Descemet’s Stripping with Endothelial Keratoplasty (DSEK) a newer cornea transplant technique that replaces only the damaged cell layer instead of replacing the entire thickness of the cornea. With this technique cornea heals much faster and stronger and the patient’s visual recovery is better.
Because this technique leaves a smoother interface and significantly improves the visual results, it has become a preferred method for treatment for Fuchs’ Dystrophy and pseudophakic bullous keratopathy.
The DSEK procedure can overcome many of these problems associated with a standard corneal transplant. With a DSEK procedure only the abnormal inner lining of the cornea is removed. A thin, circular disc is then removed from the inner lining of a donor cornea. This is folded and place inside of the eye where an air bubble pushes it in place until it heals in an appropriate position. No sutures are required and the structure of the cornea remains intact, leading to a faster visual recovery and less astigmatism.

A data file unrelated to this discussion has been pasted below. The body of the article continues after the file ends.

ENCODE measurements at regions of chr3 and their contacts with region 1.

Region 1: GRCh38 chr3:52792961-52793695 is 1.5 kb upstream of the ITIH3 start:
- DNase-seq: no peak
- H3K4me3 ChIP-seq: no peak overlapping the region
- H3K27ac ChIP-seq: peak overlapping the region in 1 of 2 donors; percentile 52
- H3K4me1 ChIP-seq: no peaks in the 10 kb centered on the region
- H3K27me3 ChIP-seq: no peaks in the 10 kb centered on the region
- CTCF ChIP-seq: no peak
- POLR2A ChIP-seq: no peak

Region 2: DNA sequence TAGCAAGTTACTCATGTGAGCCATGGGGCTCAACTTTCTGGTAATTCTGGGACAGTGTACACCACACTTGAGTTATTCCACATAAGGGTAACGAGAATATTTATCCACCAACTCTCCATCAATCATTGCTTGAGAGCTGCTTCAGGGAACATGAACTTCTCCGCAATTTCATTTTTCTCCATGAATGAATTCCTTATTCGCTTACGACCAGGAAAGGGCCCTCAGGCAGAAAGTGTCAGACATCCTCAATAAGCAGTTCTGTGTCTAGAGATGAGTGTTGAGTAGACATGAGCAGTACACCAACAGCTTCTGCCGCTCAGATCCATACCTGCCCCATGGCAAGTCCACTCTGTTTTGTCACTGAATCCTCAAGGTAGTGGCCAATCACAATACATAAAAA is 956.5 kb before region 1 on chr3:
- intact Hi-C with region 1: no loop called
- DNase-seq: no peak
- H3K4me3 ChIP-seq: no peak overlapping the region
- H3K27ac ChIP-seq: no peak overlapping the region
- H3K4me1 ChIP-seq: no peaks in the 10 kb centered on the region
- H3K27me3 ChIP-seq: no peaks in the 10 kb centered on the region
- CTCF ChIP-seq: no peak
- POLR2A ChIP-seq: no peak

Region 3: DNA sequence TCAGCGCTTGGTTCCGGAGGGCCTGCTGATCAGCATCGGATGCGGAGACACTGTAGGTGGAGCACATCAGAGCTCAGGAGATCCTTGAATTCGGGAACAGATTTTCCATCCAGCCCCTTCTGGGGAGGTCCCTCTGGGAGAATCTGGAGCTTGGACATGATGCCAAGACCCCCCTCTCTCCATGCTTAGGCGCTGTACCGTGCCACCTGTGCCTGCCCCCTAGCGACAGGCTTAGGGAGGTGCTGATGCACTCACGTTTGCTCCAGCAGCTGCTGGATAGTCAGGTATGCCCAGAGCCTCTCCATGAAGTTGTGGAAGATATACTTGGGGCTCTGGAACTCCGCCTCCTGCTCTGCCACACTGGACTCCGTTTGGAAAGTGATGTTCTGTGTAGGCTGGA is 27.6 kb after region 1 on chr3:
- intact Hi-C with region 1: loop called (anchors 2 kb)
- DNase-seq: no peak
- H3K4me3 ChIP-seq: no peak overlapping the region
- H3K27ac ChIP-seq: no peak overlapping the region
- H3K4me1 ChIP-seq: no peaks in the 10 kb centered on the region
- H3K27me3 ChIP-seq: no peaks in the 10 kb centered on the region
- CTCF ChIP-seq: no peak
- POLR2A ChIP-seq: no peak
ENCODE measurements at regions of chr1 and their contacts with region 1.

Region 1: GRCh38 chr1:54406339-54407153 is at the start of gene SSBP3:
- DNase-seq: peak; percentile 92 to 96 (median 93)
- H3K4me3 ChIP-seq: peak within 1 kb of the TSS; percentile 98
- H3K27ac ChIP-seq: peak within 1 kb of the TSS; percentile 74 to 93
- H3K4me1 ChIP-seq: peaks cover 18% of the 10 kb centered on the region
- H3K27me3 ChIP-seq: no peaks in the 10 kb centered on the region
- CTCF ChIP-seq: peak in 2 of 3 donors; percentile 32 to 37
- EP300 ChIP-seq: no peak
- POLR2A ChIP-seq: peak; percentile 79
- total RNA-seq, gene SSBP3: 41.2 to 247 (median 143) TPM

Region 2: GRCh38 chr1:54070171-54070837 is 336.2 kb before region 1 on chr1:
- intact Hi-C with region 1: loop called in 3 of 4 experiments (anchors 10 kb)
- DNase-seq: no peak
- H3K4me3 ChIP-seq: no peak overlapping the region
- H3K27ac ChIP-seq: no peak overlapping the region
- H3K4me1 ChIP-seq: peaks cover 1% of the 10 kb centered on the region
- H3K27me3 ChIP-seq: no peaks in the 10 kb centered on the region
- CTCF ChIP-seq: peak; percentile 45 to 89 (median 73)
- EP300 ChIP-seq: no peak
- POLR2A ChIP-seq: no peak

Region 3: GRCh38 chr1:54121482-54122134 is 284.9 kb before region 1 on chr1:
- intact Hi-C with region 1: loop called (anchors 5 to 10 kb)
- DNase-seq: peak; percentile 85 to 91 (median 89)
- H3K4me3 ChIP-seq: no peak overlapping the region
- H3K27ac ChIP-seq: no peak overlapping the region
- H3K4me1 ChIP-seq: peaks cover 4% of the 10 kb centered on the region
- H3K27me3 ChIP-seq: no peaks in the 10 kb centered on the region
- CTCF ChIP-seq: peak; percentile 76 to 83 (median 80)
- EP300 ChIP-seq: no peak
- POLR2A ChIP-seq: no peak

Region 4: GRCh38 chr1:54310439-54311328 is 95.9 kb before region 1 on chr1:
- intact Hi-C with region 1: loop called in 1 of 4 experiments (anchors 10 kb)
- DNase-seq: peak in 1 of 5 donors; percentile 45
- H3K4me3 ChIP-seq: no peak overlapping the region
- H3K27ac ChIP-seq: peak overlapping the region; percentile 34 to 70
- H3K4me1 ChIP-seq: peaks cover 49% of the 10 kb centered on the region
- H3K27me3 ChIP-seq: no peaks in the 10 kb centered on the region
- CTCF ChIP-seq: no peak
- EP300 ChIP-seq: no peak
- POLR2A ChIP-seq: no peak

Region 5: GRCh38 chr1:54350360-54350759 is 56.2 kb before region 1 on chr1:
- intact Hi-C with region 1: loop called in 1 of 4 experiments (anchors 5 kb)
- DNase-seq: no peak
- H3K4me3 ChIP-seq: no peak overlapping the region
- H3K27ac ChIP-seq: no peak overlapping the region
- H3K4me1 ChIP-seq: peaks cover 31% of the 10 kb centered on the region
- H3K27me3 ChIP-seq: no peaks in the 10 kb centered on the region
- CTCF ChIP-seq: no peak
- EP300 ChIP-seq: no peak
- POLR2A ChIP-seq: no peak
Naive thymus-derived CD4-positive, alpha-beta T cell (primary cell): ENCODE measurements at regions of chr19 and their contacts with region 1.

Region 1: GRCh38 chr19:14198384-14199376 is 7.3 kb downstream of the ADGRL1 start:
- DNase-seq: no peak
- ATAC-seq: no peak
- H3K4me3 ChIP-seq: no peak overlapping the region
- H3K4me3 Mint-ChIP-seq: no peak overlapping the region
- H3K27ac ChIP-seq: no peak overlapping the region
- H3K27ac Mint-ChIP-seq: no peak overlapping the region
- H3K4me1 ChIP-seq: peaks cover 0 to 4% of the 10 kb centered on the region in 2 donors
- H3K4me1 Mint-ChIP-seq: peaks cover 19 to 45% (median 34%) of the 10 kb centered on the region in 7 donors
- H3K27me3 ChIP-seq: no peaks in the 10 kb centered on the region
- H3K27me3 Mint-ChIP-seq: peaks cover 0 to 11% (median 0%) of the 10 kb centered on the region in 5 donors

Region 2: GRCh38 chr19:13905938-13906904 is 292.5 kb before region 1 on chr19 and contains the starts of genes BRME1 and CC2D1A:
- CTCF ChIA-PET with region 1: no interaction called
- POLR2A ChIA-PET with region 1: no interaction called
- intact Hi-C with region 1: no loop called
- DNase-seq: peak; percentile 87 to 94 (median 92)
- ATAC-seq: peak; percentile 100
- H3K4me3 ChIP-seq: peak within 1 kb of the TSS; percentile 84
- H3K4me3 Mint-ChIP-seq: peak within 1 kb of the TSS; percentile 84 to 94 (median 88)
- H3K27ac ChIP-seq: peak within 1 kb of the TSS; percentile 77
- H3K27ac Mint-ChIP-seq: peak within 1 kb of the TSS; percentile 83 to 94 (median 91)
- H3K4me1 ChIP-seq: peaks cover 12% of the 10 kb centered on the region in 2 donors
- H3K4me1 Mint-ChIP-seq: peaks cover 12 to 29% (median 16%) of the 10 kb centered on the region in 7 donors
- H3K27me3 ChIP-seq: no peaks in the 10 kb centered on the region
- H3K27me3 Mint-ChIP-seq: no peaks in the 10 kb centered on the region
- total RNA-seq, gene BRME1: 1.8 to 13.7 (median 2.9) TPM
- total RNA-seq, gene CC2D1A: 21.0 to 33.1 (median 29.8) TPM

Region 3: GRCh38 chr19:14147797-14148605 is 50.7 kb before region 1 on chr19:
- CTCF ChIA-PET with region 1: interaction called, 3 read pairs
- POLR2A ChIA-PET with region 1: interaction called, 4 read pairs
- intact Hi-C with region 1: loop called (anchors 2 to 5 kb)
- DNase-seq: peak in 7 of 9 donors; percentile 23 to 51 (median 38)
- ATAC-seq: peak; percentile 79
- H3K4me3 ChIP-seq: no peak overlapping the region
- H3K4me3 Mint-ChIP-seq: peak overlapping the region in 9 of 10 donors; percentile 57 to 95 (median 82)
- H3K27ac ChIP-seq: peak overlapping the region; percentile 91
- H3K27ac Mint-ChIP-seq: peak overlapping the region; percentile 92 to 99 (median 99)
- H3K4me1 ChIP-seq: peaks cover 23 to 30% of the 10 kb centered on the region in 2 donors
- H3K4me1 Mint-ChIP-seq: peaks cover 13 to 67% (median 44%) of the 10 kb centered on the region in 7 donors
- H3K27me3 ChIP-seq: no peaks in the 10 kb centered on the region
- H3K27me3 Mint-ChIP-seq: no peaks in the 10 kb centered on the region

The DSEK procedure is done under local anesthesia and takes approximately 45 minutes. For the first 24 hours after surgery you will be asked to lie on your back with your face pointed directly to the ceiling for as much time as you can tolerate. This will help the graft stay in position as the air bubble holds it up into place on your cornea. You will be given several drops to use to prevent infection as well as to help the eye heal comfortably. After the first 48 hours there are minimal restrictions to your activities. The vision is usually better within one week. 80% of the healing has taken place by one month but the vision can continue to slowly improve over the next four to six months.